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Attorneys are getting LinkedIn to clients online

By: dmc-admin//September 22, 2008//

Attorneys are getting LinkedIn to clients online

By: dmc-admin//September 22, 2008//

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ImageJust a few months ago, Michelle M. Friedman recommended all attorneys at her Milwaukee firm, Davis & Kuelthau s.c., join LinkedIn, a popular online social networking Web site for professionals from various disciplines. To date, about 70 percent of them have taken that advice, with positive results.

Friedman, the firm’s director of marketing and business development, is a strong proponent of online social networking. She sees it as one of the newest and most effective tools available to lawyers wishing to build their books of business — for free, from the home, office or anywhere they have a computer and Internet connection, and for a fairly minimal time commitment.

Among the D&K lawyers who took her advice was a partner who was skeptical at first. But, he later told her that, in response to two of his e-mails asking clients to connect, not only did they accept his invitation, but also, they contacted him, saying, “I’ve been meaning to get in touch with you about…”

Two new matters landed on his plate, with very little effort on his part.

Attorney Thomas N. Shorter tells similar rain-making success stories from using LinkedIn.

Shorter, a shareholder in the Madison office of Godfrey & Kahn S.C., says he has LinkedIn set as his homepage. Every time one of his 200 or so connections adds a connection, he is notified of that. If the new connection is someone that Shorter would like to know professionally, he telephones his connection and asks him or her to make an introduction. This has happened a number of times since joining LinkedIn in February, and he’s garnered a number of new cases and clients via this method.

“In my experience, LinkedIn has been a very effective and efficient network-building tool, and it can be very useful for attorneys,” says Shorter. “But it does require some effort on your part, because you have to be actively engaged in it to make the most out of it.”

Paul Trout couldn’t agree more. Trout, a business development consultant and the managing partner of the Akina Corporation in Chicago, has given a number of presentations about the power and potential of LinkedIn and other, similar sites, for lawyers. Shorter attended one of those sessions, which completely changed the way he now approaches marketing.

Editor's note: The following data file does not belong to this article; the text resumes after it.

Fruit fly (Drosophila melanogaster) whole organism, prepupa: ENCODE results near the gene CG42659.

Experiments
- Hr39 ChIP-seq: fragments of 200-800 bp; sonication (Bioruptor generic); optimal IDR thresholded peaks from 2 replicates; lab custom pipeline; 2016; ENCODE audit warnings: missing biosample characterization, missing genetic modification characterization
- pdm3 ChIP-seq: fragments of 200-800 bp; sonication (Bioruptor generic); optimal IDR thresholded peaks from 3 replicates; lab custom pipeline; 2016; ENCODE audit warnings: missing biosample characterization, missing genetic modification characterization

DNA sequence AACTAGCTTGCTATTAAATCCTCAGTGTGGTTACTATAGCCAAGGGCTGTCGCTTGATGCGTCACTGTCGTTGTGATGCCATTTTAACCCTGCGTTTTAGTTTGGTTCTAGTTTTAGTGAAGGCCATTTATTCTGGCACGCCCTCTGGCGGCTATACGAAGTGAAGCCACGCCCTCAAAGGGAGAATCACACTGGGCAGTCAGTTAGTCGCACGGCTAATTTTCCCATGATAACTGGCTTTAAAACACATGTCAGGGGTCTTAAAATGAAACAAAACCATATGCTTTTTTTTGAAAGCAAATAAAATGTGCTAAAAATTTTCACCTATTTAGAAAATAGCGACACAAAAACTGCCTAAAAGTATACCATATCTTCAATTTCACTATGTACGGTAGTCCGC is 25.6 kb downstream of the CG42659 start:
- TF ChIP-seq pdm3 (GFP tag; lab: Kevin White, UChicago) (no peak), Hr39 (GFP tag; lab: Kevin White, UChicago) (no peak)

Trout says, “In my humble opinion, it’s the most powerful marketing tool out there. It’s a quick, simple way to manage a wide range of relationships.”

Trout recently advised a lawyer to use LinkedIn’s group function to set up an online discussion group with his law school classmates. That lawyer said the response was overwhelmingly positive — the classmates enjoyed reconnecting on a purely social level, but also, should someone who’s out-of-state need local counsel, he or she has that group as a ready resource.

LinkedIn provided an authentic reason for them to reconnect. It works, he says, because by keeping in contact, that frequency of contact takes up “mind share” in others’ thoughts.

Like any marketing tool, LinkedIn has its downsides, they agree.

Friedman says that, for well established lawyers who already have more potential business than they could possibly accept, clearly, there’s no need to invest any time on LinkedIn, or similar Web sites. Also, lawyers who aren’t comfortable with technology aren’t candidates for success on them.

That’s because LinkedIn is not exactly intuitive, says Trout. It took him several hours of digging in to mine all its features and refine them for the legal market, to create his presentation.

For his part, Shorter says some people have told him that their employers do not allow them to use sites like LinkedIn, perhaps believing that it’s not a productive use of their time. So, before anyone uses a work-provided computer to join LinkedIn, he or she should clear that beforehand — and maybe point out that all the Fortune 500 companies have executives on LinkedIn.

Shorter additionally advises using caution when deciding with whom you’ll connect. For example, although he has great respect for attorneys whom he considers competitors, as a matter of strategy, he purposely hasn’t asked them to connect, because he doesn’t want them pursuing the same leads.

He notes that, on a few occasions, he has declined invitations to join someone else’s network on LinkedIn, and, to its credit, the site does not tell them that. Moreover, it’s easy to remove someone as a connection, without their knowledge.


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